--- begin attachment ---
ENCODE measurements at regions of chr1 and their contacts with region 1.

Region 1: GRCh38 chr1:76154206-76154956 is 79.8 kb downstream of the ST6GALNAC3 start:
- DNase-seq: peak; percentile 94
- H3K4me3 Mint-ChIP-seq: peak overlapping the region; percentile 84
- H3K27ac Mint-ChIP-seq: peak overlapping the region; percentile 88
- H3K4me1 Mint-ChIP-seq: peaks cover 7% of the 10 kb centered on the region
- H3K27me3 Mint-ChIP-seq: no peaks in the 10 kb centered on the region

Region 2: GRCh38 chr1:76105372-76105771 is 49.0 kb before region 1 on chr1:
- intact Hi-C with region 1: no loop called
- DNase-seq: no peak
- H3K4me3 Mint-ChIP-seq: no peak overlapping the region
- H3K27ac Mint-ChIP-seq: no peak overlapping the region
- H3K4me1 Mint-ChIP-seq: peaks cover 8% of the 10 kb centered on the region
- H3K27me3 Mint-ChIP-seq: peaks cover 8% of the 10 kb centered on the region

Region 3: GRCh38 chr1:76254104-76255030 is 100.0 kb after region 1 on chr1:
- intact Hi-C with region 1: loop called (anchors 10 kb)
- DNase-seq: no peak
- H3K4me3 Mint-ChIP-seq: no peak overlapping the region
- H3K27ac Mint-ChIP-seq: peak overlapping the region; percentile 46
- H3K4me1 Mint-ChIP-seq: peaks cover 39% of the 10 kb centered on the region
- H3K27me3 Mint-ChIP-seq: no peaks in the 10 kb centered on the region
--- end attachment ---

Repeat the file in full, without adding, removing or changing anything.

ENCODE measurements at regions of chr1 and their contacts with region 1.

Region 1: GRCh38 chr1:76154206-76154956 is 79.8 kb downstream of the ST6GALNAC3 start:
- DNase-seq: peak; percentile 94
- H3K4me3 Mint-ChIP-seq: peak overlapping the region; percentile 84
- H3K27ac Mint-ChIP-seq: peak overlapping the region; percentile 88
- H3K4me1 Mint-ChIP-seq: peaks cover 7% of the 10 kb centered on the region
- H3K27me3 Mint-ChIP-seq: no peaks in the 10 kb centered on the region

Region 2: GRCh38 chr1:76105372-76105771 is 49.0 kb before region 1 on chr1:
- intact Hi-C with region 1: no loop called
- DNase-seq: no peak
- H3K4me3 Mint-ChIP-seq: no peak overlapping the region
- H3K27ac Mint-ChIP-seq: no peak overlapping the region
- H3K4me1 Mint-ChIP-seq: peaks cover 8% of the 10 kb centered on the region
- H3K27me3 Mint-ChIP-seq: peaks cover 8% of the 10 kb centered on the region

Region 3: GRCh38 chr1:76254104-76255030 is 100.0 kb after region 1 on chr1:
- intact Hi-C with region 1: loop called (anchors 10 kb)
- DNase-seq: no peak
- H3K4me3 Mint-ChIP-seq: no peak overlapping the region
- H3K27ac Mint-ChIP-seq: peak overlapping the region; percentile 46
- H3K4me1 Mint-ChIP-seq: peaks cover 39% of the 10 kb centered on the region
- H3K27me3 Mint-ChIP-seq: no peaks in the 10 kb centered on the region